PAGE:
I saw a little of the circus up on Capitol Hill yesterday, in which various half-witted Democratic senators (redundant, I suppose) tried to turn Attorney General William Barr into an international supervillain. I thought to myself --
- they don't really believe any of their claims, but
- they need to get the narrative rolling right away, because
- when Barr starts indicting people, they will then be able to claim he's a Trump stooge, and
- that Hillary Clinton in particular needed to have that narrative in the air
As usual, Victor Davis Hanson got there first, with a list of useful reminders:
Russians likely fed salacious but untrue allegations about Trump to ex-British spy Christopher Steele, who was being paid in part by the Hillary Clinton campaign and the Democratic National Committee to find dirt on Trump.
The Russians rightly assumed that Steele would lap up their fantasies, seed them among Trump-hating officials in the Barack Obama administration and thereby cause hysteria during the election, the transition and, eventually, the Trump presidency.
Russia succeeded in sowing such chaos, thanks ultimately to Clinton, who likely had broken federal laws by using a British national and, by extension, Russian sources to warp an election. Without the fallacious Steele dossier, the entire Russian collusion hoax never would have taken off.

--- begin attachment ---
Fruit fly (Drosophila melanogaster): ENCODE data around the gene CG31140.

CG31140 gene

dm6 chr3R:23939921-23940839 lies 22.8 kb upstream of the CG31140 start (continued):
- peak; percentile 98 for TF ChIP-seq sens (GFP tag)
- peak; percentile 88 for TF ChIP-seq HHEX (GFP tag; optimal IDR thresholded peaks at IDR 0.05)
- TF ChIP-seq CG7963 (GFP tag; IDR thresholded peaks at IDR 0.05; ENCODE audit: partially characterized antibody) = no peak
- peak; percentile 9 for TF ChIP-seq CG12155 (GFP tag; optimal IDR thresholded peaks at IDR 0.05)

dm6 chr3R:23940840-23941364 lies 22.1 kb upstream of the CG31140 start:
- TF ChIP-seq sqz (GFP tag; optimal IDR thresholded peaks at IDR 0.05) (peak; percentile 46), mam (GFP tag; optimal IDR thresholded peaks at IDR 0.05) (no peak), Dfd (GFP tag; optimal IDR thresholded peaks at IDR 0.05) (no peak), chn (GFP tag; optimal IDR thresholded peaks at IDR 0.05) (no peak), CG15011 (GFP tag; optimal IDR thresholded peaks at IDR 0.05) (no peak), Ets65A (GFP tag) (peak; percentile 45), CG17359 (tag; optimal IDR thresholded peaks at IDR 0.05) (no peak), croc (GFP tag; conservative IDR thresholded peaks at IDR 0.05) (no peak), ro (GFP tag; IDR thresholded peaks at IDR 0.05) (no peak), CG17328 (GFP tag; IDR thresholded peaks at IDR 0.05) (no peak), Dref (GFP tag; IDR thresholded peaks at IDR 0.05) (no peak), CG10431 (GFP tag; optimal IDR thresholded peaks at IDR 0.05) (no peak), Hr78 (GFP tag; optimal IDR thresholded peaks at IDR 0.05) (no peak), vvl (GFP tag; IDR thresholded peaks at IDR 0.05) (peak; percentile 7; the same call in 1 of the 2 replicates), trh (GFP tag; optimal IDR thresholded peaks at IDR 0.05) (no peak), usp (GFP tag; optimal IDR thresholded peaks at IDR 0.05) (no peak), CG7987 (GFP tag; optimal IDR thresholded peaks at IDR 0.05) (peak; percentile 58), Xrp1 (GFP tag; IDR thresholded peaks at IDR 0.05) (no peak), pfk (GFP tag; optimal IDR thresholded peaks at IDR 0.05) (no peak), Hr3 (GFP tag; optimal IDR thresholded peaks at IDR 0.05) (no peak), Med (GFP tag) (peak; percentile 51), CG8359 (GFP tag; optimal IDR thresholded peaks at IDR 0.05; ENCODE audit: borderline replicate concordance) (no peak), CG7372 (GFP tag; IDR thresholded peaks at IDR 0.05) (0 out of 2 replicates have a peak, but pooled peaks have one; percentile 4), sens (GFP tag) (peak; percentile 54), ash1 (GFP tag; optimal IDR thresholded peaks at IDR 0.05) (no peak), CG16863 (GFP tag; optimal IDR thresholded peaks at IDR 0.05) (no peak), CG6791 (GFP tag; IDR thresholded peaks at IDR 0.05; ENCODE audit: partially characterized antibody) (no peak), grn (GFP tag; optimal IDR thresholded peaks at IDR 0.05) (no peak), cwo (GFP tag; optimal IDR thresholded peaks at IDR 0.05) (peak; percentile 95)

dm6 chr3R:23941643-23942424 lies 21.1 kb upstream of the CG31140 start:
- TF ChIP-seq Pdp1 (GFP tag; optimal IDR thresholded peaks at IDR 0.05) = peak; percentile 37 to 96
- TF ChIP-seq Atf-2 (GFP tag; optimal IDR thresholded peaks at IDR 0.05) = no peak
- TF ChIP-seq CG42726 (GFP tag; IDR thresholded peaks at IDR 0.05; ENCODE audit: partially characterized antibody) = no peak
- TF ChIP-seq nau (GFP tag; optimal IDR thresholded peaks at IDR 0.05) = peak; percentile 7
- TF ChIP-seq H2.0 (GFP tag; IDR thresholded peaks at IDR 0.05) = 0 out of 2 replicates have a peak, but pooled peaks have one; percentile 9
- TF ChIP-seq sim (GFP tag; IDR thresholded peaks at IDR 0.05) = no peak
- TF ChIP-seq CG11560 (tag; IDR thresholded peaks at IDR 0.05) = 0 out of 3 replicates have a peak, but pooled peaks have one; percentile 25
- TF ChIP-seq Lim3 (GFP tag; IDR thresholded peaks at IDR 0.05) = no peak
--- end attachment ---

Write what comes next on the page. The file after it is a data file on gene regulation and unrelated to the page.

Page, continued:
100% true statement. Back to Hanson:
Without Steele's skullduggery, there likely would have been no Foreign Intelligence Surveillance Act Court-approved surveillance of Trump aide Carter Page. There might have been no FBI plants inserted into the Trump campaign. There might have been no subsequent leaking to the press of classified documents to prompt a Trump collusion investigation.
Given the Steele travesty and other past scandals, it is inexplicable that Clinton has not been indicted.
It is. But her luck could be running out soon, despite the 20-screen multiplex of project emanating from Cory Booker, Mazie Hirono, Kamala Harris, et al. Why? Back to Hanson:
For much of her professional life, Hillary Clinton had acted above and beyond the law on the assumption that as the wife of a governor, as first lady of the United States, as a senator from New York, as secretary of state and as a two-time candidate for the presidency, she could ignore the law without worry over the consequences.
For Clinton now to project that the president should be indicted suggests she is worried about her own potential indictment. And she is rightly concerned that for the first time in 40 years, neither she nor her husband is serving in government or running for some office, and therefore could be held accountable.
Thus, she and her patrons must turn William Barr into a dirty cop. The alternative?